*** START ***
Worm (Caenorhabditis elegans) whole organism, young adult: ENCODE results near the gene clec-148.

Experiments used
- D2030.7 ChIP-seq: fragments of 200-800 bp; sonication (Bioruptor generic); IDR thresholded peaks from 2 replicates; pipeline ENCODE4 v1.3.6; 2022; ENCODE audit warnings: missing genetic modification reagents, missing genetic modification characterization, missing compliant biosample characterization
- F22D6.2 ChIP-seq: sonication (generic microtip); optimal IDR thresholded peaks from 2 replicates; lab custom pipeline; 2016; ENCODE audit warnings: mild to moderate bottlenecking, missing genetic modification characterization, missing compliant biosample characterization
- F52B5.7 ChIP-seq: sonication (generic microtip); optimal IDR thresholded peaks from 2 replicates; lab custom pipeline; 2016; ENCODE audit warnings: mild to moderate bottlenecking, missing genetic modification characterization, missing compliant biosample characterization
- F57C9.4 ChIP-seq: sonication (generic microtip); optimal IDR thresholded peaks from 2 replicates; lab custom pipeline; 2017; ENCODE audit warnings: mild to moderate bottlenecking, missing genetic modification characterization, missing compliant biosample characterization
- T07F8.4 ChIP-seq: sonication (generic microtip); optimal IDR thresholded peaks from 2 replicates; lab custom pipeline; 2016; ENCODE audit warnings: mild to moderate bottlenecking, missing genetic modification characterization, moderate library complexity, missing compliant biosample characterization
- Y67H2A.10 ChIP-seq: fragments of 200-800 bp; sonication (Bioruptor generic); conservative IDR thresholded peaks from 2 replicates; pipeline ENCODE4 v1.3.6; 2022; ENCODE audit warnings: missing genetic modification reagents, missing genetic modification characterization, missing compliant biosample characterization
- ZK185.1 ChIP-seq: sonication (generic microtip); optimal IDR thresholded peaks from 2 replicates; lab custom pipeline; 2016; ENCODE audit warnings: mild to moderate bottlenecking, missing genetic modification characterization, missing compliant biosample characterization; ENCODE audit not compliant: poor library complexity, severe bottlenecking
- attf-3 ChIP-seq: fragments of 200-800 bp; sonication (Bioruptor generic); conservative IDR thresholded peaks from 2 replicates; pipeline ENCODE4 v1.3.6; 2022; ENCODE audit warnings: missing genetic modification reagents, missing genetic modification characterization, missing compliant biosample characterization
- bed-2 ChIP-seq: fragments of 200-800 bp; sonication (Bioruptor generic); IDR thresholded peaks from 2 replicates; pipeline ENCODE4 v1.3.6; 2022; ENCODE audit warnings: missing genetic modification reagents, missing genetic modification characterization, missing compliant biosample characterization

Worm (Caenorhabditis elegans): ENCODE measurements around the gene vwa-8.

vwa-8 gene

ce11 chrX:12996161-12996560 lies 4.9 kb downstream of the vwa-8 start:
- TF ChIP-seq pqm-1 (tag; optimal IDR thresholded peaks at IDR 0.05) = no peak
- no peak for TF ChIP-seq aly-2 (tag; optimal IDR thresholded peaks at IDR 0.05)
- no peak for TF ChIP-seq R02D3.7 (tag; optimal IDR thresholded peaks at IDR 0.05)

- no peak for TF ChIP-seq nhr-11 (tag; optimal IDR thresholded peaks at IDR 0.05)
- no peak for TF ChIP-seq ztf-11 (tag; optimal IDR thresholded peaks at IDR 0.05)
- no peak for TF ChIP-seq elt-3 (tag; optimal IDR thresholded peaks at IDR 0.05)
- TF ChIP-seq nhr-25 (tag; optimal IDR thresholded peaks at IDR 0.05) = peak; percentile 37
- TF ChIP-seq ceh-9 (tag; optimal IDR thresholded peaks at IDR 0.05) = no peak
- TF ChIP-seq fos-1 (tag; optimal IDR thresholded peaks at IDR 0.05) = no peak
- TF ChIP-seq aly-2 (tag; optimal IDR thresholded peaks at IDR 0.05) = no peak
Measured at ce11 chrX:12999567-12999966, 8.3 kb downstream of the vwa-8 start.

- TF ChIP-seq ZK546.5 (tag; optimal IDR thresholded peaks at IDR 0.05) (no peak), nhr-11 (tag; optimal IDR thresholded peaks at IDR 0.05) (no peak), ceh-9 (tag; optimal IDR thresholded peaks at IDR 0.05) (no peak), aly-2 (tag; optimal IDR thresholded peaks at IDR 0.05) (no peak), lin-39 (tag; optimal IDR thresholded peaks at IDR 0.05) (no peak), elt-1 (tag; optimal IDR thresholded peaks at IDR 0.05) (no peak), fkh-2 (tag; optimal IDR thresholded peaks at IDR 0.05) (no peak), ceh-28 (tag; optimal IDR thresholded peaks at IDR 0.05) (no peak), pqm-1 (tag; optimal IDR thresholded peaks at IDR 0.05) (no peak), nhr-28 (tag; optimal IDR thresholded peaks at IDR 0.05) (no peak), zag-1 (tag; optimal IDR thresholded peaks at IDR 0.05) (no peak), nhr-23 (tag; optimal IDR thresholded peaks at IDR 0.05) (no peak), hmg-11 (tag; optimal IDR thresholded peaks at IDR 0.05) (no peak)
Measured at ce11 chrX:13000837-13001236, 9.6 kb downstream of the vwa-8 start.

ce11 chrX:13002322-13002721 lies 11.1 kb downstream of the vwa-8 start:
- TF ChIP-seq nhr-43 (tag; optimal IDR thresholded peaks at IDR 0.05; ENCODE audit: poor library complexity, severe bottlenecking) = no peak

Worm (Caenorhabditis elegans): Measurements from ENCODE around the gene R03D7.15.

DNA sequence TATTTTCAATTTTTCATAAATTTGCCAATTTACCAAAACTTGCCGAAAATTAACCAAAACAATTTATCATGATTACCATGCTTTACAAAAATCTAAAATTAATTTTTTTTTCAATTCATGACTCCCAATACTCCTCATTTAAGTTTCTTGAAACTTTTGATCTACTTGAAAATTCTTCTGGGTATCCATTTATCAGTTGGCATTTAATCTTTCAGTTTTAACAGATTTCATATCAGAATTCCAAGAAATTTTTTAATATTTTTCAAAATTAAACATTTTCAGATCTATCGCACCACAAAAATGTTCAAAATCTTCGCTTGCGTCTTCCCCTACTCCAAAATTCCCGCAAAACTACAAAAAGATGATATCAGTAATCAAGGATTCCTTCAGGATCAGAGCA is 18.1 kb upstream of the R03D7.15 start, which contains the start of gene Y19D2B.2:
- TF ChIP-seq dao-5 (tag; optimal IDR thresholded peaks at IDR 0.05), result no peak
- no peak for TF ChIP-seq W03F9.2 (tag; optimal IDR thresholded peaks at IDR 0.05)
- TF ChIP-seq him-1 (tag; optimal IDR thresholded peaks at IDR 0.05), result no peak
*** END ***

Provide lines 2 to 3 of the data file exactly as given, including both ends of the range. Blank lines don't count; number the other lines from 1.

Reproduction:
Experiments used
- D2030.7 ChIP-seq: fragments of 200-800 bp; sonication (Bioruptor generic); IDR thresholded peaks from 2 replicates; pipeline ENCODE4 v1.3.6; 2022; ENCODE audit warnings: missing genetic modification reagents, missing genetic modification characterization, missing compliant biosample characterization